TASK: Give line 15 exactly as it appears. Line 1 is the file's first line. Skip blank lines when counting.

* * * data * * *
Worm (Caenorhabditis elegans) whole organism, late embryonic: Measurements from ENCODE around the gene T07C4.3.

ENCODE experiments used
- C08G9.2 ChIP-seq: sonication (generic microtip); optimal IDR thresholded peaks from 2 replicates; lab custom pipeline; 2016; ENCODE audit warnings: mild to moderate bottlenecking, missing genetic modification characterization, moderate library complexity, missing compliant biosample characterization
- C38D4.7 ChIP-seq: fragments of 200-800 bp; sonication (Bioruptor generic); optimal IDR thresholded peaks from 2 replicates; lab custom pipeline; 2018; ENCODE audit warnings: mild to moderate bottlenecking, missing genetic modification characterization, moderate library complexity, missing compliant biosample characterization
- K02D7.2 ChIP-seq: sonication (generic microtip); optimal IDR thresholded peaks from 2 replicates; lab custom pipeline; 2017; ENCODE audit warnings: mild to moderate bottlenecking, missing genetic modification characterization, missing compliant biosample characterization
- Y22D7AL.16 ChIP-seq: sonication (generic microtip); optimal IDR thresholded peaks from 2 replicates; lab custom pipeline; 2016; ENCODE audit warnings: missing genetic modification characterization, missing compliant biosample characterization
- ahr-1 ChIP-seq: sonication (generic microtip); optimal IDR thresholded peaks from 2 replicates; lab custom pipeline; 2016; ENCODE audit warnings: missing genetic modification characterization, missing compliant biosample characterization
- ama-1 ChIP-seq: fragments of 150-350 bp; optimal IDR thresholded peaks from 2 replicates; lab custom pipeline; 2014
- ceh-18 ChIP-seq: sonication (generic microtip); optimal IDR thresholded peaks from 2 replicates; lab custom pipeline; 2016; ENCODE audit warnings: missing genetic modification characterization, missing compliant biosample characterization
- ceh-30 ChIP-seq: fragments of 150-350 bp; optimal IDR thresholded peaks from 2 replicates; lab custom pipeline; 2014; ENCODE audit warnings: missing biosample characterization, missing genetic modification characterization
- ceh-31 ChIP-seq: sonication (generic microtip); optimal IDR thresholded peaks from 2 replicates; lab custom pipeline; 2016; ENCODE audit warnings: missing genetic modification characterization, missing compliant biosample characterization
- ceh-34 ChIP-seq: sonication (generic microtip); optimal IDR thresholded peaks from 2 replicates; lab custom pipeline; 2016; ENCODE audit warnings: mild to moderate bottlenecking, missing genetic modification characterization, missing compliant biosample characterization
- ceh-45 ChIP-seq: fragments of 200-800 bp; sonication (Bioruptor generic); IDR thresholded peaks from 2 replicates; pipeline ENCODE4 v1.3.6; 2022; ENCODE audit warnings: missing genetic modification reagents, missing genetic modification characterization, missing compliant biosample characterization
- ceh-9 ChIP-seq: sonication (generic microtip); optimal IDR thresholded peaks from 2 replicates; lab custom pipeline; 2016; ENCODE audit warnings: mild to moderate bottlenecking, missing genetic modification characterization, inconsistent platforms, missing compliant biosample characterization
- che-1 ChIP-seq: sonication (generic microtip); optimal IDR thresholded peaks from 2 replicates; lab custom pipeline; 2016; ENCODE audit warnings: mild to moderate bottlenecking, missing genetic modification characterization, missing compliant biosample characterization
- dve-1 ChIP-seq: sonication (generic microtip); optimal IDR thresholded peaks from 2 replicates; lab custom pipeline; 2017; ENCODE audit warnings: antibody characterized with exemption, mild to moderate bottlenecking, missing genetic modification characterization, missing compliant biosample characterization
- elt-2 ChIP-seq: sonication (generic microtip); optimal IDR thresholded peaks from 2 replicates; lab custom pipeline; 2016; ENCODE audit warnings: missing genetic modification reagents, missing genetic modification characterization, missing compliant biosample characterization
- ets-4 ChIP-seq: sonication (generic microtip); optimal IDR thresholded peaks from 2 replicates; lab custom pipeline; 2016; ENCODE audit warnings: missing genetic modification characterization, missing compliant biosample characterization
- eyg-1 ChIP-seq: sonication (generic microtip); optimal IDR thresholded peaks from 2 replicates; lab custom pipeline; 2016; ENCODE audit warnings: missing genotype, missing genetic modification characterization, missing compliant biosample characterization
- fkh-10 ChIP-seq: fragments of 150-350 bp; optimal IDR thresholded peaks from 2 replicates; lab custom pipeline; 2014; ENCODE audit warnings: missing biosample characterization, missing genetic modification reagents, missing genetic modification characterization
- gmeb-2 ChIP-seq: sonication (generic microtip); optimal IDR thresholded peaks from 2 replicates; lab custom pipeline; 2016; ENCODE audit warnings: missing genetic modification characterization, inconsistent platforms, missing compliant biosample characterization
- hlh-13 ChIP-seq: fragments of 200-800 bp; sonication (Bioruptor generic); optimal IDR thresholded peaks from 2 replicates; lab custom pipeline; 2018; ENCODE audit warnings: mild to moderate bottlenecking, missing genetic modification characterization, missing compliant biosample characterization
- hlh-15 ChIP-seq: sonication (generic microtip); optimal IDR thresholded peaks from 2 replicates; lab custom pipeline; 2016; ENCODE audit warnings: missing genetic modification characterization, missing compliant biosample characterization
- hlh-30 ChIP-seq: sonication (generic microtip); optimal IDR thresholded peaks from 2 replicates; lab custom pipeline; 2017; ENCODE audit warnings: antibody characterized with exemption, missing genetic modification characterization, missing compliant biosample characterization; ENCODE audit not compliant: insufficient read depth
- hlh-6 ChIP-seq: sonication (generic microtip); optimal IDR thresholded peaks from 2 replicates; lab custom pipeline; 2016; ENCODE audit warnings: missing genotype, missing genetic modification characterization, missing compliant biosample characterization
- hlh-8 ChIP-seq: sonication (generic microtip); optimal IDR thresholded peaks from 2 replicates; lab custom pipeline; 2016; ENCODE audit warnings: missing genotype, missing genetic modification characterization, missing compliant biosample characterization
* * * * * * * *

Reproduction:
- che-1 ChIP-seq: sonication (generic microtip); optimal IDR thresholded peaks from 2 replicates; lab custom pipeline; 2016; ENCODE audit warnings: mild to moderate bottlenecking, missing genetic modification characterization, missing compliant biosample characterization